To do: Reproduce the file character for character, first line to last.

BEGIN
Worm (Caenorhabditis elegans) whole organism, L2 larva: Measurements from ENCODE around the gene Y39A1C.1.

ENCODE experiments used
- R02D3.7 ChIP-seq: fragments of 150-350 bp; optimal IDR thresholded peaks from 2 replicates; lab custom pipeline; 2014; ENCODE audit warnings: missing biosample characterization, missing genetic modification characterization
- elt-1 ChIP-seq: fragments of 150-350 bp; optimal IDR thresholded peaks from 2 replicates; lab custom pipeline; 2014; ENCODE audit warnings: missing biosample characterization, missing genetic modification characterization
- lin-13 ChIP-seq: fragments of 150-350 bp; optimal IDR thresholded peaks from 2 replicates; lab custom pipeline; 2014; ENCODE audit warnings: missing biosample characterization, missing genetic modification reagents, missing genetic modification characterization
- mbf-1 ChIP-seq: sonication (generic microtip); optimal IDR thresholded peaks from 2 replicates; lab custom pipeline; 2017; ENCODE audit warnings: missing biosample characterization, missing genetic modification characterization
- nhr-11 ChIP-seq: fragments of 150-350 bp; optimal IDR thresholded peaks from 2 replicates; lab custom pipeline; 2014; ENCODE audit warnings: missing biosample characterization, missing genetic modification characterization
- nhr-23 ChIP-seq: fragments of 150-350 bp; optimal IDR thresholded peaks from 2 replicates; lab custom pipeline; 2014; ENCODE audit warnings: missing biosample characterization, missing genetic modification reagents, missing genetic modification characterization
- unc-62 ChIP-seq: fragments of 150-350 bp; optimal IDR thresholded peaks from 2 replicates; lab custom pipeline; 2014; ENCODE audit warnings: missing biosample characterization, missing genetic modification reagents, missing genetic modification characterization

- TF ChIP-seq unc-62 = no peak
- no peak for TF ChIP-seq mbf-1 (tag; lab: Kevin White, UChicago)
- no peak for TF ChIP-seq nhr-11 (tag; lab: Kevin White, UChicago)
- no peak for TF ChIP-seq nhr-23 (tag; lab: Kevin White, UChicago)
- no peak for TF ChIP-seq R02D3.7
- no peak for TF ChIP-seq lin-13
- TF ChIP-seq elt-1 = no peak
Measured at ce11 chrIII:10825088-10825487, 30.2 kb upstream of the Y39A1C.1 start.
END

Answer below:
Worm (Caenorhabditis elegans) whole organism, L2 larva: Measurements from ENCODE around the gene Y39A1C.1.

ENCODE experiments used
- R02D3.7 ChIP-seq: fragments of 150-350 bp; optimal IDR thresholded peaks from 2 replicates; lab custom pipeline; 2014; ENCODE audit warnings: missing biosample characterization, missing genetic modification characterization
- elt-1 ChIP-seq: fragments of 150-350 bp; optimal IDR thresholded peaks from 2 replicates; lab custom pipeline; 2014; ENCODE audit warnings: missing biosample characterization, missing genetic modification characterization
- lin-13 ChIP-seq: fragments of 150-350 bp; optimal IDR thresholded peaks from 2 replicates; lab custom pipeline; 2014; ENCODE audit warnings: missing biosample characterization, missing genetic modification reagents, missing genetic modification characterization
- mbf-1 ChIP-seq: sonication (generic microtip); optimal IDR thresholded peaks from 2 replicates; lab custom pipeline; 2017; ENCODE audit warnings: missing biosample characterization, missing genetic modification characterization
- nhr-11 ChIP-seq: fragments of 150-350 bp; optimal IDR thresholded peaks from 2 replicates; lab custom pipeline; 2014; ENCODE audit warnings: missing biosample characterization, missing genetic modification characterization
- nhr-23 ChIP-seq: fragments of 150-350 bp; optimal IDR thresholded peaks from 2 replicates; lab custom pipeline; 2014; ENCODE audit warnings: missing biosample characterization, missing genetic modification reagents, missing genetic modification characterization
- unc-62 ChIP-seq: fragments of 150-350 bp; optimal IDR thresholded peaks from 2 replicates; lab custom pipeline; 2014; ENCODE audit warnings: missing biosample characterization, missing genetic modification reagents, missing genetic modification characterization

- TF ChIP-seq unc-62 = no peak
- no peak for TF ChIP-seq mbf-1 (tag; lab: Kevin White, UChicago)
- no peak for TF ChIP-seq nhr-11 (tag; lab: Kevin White, UChicago)
- no peak for TF ChIP-seq nhr-23 (tag; lab: Kevin White, UChicago)
- no peak for TF ChIP-seq R02D3.7
- no peak for TF ChIP-seq lin-13
- TF ChIP-seq elt-1 = no peak
Measured at ce11 chrIII:10825088-10825487, 30.2 kb upstream of the Y39A1C.1 start.